After the general’s assassination, his nephew Kunal and three other soldiers are sent to capture the Viper. Whoever successfully captures him (because, of course, they assume the Viper must be a “he”) will become the new commander, and everyone who fails to do so will be punished. The four soldiers are given a choice as to whether or not they accept the mission and its consequences, but it’s not much of a choice for Kunal: his uncle not only raised him after his parents died but had also wanted Kunal to follow in his footsteps and take his place as commander someday.

As Kunal pursues Esha and Esha pursues information on who set her up and why, the two adversaries frequently find themselves getting into and out of scrapes together—and the more time they spend together, the more their growing fondness for each other conflicts with their goals and worldviews.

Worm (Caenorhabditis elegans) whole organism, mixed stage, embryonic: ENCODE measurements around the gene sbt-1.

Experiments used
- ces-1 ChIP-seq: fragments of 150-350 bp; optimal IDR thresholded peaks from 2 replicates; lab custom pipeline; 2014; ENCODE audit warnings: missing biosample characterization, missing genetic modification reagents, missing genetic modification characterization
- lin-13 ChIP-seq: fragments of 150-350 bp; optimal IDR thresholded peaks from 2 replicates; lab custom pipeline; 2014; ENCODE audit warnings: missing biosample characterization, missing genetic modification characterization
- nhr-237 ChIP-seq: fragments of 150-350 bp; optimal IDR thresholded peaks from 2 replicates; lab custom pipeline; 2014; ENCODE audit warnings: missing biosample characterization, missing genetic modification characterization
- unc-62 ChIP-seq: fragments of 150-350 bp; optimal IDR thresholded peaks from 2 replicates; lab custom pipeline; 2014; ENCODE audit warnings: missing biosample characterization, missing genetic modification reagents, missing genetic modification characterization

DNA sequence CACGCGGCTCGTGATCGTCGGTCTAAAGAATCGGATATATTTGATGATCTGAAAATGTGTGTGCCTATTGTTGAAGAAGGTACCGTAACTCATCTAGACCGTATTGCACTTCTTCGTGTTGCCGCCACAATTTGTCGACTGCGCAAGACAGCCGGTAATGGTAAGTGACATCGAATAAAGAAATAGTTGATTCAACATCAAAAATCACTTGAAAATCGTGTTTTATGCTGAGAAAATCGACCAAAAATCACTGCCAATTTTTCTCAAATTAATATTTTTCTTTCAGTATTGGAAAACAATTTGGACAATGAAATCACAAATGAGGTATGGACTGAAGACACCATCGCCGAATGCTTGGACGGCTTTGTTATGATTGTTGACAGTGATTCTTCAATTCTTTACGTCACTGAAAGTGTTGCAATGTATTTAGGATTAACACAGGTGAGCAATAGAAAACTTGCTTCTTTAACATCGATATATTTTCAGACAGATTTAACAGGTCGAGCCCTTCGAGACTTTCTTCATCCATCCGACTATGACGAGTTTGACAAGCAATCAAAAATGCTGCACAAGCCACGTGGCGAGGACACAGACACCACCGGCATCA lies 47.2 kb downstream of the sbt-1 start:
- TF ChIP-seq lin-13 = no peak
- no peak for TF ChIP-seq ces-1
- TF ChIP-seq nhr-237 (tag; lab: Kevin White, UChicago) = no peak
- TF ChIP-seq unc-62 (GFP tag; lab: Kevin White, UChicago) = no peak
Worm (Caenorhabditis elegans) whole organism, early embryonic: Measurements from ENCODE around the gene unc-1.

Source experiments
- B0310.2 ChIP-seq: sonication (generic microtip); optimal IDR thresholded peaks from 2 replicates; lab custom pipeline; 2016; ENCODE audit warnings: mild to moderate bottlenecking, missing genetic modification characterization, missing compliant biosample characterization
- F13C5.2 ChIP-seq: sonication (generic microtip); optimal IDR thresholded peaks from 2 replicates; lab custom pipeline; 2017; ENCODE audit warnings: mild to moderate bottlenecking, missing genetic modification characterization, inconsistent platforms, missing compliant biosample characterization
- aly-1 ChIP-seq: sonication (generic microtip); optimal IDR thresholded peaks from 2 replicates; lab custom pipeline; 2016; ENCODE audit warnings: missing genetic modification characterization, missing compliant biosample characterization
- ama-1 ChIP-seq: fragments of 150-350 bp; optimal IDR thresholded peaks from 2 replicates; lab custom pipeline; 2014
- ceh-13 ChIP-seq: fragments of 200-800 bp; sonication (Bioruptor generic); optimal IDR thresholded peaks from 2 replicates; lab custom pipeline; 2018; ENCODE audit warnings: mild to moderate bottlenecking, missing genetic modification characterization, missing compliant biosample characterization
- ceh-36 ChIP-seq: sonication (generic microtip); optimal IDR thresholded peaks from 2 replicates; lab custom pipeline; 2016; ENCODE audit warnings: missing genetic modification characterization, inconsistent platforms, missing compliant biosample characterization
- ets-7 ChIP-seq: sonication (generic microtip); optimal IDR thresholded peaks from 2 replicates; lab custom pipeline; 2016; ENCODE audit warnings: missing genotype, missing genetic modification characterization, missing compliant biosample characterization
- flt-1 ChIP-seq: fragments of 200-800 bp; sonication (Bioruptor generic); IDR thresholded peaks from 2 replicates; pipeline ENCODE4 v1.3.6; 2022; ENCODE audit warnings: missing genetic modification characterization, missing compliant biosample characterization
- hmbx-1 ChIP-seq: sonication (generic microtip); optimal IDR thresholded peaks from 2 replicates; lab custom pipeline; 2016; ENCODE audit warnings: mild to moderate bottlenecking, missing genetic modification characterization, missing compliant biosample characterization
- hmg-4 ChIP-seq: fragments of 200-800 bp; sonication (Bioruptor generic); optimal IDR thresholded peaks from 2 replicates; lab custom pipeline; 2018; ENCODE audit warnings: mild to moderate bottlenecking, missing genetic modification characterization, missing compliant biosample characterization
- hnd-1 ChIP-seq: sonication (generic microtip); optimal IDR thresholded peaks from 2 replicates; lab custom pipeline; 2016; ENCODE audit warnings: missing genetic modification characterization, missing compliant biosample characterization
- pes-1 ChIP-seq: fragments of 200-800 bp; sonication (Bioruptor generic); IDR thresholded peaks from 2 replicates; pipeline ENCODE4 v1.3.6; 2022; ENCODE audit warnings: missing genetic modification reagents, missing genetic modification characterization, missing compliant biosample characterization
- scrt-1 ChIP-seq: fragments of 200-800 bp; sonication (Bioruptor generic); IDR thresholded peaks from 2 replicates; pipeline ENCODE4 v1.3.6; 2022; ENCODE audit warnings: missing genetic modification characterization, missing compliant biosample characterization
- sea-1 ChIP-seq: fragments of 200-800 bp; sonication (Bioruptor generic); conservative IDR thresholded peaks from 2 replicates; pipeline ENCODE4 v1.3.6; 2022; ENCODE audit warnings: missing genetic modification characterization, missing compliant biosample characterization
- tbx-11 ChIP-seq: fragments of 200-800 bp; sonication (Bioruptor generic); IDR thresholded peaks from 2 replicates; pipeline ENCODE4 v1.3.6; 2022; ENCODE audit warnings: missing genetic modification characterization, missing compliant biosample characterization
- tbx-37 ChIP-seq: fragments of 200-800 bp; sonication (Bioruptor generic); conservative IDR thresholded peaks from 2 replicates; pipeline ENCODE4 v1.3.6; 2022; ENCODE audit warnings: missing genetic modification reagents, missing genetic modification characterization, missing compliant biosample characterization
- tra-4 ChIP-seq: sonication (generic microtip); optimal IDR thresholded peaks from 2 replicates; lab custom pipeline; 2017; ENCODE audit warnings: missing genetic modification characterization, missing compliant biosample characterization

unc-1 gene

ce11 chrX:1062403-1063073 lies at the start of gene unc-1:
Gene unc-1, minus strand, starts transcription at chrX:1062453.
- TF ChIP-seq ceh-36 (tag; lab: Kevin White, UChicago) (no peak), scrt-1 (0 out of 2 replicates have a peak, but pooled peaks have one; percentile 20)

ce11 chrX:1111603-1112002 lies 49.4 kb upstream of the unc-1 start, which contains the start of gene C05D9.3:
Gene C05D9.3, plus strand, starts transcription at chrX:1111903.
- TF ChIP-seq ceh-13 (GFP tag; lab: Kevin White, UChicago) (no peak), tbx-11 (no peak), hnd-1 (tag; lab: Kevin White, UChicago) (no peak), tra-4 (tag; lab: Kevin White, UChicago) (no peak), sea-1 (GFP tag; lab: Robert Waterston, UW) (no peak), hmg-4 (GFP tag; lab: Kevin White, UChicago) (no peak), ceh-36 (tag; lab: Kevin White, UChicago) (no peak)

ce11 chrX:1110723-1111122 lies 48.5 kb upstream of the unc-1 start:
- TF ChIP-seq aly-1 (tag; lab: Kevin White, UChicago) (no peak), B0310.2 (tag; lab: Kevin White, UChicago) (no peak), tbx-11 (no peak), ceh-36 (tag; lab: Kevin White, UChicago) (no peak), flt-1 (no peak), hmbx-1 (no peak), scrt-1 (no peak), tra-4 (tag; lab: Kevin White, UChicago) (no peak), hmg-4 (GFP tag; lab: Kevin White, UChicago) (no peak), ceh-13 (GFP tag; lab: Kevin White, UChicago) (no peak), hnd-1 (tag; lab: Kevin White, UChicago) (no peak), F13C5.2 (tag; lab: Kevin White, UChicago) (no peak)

Tropes sometimes get a bad rap, but there is a good reason particular formulas become common in storytelling. Of course, like anything in fiction, they can fall flat if done poorly or if the story and characters are not well written, but many tropes are popular because they’re custom-made for creating entertaining situations, drama, or compelling character dynamics. In some cases, tropes can even be a novel’s greatest strength—and I believe that to be precisely the case with The Tiger at Midnight.